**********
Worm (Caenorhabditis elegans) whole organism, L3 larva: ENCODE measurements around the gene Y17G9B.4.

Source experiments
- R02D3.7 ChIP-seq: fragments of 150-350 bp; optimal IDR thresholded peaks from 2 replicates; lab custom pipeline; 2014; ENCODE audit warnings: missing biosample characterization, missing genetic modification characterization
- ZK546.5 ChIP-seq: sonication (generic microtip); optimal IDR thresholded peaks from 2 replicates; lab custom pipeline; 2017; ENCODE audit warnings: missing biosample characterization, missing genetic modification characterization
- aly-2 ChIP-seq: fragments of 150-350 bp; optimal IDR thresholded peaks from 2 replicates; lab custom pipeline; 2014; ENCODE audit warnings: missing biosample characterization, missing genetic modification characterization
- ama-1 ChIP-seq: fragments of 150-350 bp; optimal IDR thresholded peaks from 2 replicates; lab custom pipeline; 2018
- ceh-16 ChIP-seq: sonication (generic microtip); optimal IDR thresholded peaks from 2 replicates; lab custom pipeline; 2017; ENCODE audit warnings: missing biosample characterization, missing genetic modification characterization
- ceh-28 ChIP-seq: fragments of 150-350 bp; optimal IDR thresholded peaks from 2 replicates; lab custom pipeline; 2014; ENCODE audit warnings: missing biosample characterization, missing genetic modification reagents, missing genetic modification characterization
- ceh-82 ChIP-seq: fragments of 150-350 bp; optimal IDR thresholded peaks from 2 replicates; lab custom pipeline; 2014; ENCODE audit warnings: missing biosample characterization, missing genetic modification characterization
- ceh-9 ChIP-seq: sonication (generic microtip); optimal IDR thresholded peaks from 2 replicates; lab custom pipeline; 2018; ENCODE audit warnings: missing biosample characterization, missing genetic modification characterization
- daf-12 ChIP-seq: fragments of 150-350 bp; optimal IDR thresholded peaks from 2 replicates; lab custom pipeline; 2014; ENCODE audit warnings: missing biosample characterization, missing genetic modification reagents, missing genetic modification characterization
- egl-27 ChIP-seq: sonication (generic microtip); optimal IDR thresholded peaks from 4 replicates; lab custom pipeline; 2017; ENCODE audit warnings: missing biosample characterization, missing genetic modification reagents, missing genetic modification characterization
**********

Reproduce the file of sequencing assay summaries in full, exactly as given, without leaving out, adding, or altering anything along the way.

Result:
Worm (Caenorhabditis elegans) whole organism, L3 larva: ENCODE measurements around the gene Y17G9B.4.

Source experiments
- R02D3.7 ChIP-seq: fragments of 150-350 bp; optimal IDR thresholded peaks from 2 replicates; lab custom pipeline; 2014; ENCODE audit warnings: missing biosample characterization, missing genetic modification characterization
- ZK546.5 ChIP-seq: sonication (generic microtip); optimal IDR thresholded peaks from 2 replicates; lab custom pipeline; 2017; ENCODE audit warnings: missing biosample characterization, missing genetic modification characterization
- aly-2 ChIP-seq: fragments of 150-350 bp; optimal IDR thresholded peaks from 2 replicates; lab custom pipeline; 2014; ENCODE audit warnings: missing biosample characterization, missing genetic modification characterization
- ama-1 ChIP-seq: fragments of 150-350 bp; optimal IDR thresholded peaks from 2 replicates; lab custom pipeline; 2018
- ceh-16 ChIP-seq: sonication (generic microtip); optimal IDR thresholded peaks from 2 replicates; lab custom pipeline; 2017; ENCODE audit warnings: missing biosample characterization, missing genetic modification characterization
- ceh-28 ChIP-seq: fragments of 150-350 bp; optimal IDR thresholded peaks from 2 replicates; lab custom pipeline; 2014; ENCODE audit warnings: missing biosample characterization, missing genetic modification reagents, missing genetic modification characterization
- ceh-82 ChIP-seq: fragments of 150-350 bp; optimal IDR thresholded peaks from 2 replicates; lab custom pipeline; 2014; ENCODE audit warnings: missing biosample characterization, missing genetic modification characterization
- ceh-9 ChIP-seq: sonication (generic microtip); optimal IDR thresholded peaks from 2 replicates; lab custom pipeline; 2018; ENCODE audit warnings: missing biosample characterization, missing genetic modification characterization
- daf-12 ChIP-seq: fragments of 150-350 bp; optimal IDR thresholded peaks from 2 replicates; lab custom pipeline; 2014; ENCODE audit warnings: missing biosample characterization, missing genetic modification reagents, missing genetic modification characterization
- egl-27 ChIP-seq: sonication (generic microtip); optimal IDR thresholded peaks from 4 replicates; lab custom pipeline; 2017; ENCODE audit warnings: missing biosample characterization, missing genetic modification reagents, missing genetic modification characterization